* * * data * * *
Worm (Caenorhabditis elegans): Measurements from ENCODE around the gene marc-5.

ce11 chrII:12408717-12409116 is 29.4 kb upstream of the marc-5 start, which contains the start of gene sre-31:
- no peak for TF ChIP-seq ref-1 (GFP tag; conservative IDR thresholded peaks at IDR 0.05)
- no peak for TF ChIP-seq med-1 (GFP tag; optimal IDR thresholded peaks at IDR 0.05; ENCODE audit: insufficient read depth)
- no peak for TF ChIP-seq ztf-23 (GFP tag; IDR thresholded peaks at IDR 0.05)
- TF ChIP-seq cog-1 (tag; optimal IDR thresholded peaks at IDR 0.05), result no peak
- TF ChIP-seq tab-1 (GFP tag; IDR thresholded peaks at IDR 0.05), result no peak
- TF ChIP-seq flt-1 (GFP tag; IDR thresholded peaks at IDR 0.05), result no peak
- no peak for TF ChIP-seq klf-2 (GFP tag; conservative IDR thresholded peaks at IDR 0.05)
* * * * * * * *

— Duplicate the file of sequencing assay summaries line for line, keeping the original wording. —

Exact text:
Worm (Caenorhabditis elegans): Measurements from ENCODE around the gene marc-5.

ce11 chrII:12408717-12409116 is 29.4 kb upstream of the marc-5 start, which contains the start of gene sre-31:
- no peak for TF ChIP-seq ref-1 (GFP tag; conservative IDR thresholded peaks at IDR 0.05)
- no peak for TF ChIP-seq med-1 (GFP tag; optimal IDR thresholded peaks at IDR 0.05; ENCODE audit: insufficient read depth)
- no peak for TF ChIP-seq ztf-23 (GFP tag; IDR thresholded peaks at IDR 0.05)
- TF ChIP-seq cog-1 (tag; optimal IDR thresholded peaks at IDR 0.05), result no peak
- TF ChIP-seq tab-1 (GFP tag; IDR thresholded peaks at IDR 0.05), result no peak
- TF ChIP-seq flt-1 (GFP tag; IDR thresholded peaks at IDR 0.05), result no peak
- no peak for TF ChIP-seq klf-2 (GFP tag; conservative IDR thresholded peaks at IDR 0.05)